snowmaking at the Peak


With the cold temperatures coming in this weekend, we wanted to share a little background on snowmaking and Shawnee Peak’s approach. For an area our size, we believe we have a top tier system in North America!

Our on-mountain infrastructure consists of over 400 snowguns, the majority of which are low-e HKD tower snowguns. Each gun is at a hydrant of which there is a hosed connection for compressed air and pumped water. The Pine Slope and portions of the Main and West Slopes have semi-automated HKD klik hydrants which dramatically decreases the startup and shut down time of a tower gun. Additionally, we have a fleet of fan guns, of which generate their own air and run off of electricity.

Each snowgun has its own adjustable setting, to control the amount of water flow. Generally speaking, more water = more snow and colder temps = more water. Each gun model has different functionalities and settings, allowing us to produce different types of snow quality and depths.

The water is pumped through two pumphouses, low pressure from the lake pumphouse and high pressure leaving the base area pumphouse. We completely rebuilt our two pumphouses during Summer 2018, adding full automation and increased water flow. This fall, we replaced the feed line between the two pumphouses which is expected to further increase water flow. We’ve designed with room for excess capacity in the future. At the main pumphouse, we direct the water to a designated zone, depending on where we are making snow. We have miles and miles of snowmaking pipe on the mountain.

Our system will allow us to make snow on multiple trails in different parts of the mountain. The amount of time it takes to open a trial depends on the trail characteristics. Once we have enough snow to open, ideally we let the snow sit for 24+ hours before we groom.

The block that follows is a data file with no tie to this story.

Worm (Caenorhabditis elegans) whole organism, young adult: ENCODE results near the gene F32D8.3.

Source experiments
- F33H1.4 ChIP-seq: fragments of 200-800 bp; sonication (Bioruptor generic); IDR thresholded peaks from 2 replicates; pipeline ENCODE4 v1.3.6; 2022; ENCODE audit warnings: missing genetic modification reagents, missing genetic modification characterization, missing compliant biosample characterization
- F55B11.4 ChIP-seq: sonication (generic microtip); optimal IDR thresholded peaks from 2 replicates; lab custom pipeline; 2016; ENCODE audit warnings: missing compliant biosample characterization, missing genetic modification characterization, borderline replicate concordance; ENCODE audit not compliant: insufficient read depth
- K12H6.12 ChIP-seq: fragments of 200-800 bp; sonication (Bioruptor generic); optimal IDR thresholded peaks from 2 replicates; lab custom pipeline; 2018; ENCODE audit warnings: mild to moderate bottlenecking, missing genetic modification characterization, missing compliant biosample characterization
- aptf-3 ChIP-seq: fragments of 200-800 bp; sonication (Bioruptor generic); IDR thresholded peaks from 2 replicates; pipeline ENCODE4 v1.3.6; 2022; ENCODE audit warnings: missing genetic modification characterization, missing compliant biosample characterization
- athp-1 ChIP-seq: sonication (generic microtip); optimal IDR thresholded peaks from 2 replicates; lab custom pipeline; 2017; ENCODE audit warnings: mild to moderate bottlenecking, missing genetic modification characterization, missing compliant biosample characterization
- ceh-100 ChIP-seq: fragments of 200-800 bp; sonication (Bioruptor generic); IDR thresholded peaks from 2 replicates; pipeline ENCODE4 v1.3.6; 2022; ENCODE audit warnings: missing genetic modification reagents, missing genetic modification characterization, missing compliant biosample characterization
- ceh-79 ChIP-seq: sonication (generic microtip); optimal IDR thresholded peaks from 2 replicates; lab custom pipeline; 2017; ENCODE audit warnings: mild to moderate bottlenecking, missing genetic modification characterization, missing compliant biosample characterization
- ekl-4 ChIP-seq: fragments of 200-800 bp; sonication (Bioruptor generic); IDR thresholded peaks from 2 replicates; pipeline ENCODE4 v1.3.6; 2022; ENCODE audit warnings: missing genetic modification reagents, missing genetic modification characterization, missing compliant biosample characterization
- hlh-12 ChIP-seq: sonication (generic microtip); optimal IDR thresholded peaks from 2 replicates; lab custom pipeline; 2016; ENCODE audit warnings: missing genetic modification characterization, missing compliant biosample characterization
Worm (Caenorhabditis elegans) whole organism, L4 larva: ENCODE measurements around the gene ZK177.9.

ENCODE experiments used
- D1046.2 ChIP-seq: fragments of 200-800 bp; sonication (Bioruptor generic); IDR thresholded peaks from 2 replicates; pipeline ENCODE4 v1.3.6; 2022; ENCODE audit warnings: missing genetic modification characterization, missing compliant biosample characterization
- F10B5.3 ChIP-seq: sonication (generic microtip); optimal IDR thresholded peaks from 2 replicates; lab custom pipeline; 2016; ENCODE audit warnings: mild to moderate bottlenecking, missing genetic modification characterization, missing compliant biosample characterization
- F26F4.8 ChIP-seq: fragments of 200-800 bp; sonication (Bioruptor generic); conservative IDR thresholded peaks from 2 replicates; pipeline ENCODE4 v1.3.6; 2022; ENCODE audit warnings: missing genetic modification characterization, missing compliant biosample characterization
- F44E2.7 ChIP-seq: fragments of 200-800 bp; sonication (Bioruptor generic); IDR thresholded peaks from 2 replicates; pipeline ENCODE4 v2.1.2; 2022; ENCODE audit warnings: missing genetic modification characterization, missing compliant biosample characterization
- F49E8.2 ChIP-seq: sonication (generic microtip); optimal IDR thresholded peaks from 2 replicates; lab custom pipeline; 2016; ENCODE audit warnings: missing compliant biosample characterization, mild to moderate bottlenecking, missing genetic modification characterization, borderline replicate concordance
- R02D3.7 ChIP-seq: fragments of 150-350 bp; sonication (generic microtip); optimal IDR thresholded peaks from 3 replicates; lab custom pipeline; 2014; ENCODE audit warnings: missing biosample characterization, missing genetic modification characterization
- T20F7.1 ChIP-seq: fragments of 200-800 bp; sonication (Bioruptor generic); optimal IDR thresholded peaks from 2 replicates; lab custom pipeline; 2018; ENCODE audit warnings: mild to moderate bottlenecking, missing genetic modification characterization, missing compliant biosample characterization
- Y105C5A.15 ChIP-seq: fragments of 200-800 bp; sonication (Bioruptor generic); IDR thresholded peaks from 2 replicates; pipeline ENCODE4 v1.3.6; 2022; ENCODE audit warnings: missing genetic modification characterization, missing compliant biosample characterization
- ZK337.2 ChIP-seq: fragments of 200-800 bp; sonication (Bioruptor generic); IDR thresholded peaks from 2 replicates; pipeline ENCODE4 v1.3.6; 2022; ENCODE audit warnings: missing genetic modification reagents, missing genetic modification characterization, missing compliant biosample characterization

The ideal conditions rarely exist but if one could dream – temperatures in the low teens, no wind, no cloud cover and low humidity. Every resort is different, but generally speaking we won’t fire up the system unless we see a favorable stretch of weather that will allow us to run for multiple hours. It is very inefficient to start-up and shut-down the system.

I mentioned water…well… it is fair to say we have one of the largest available water supplies of any ski area in the United States, however, early season can be a bit of a curse. Why, might you ask? The optimal temperature for snowmaking is one in which there is low humidity. Unfortunately, during those shifts before Moose Pond can freeze, there is excess humidity in the air due to the water temperatures being much warmer than the air temps, as much as 40 degrees in some cases. Kind of crazy, but it does impact our production!

The Shawnee Peak team is very proud of our system. We look forward to firing up for the 2019 – 2020 ski season in the near future! As always, check our social media pages for some pictures and updates!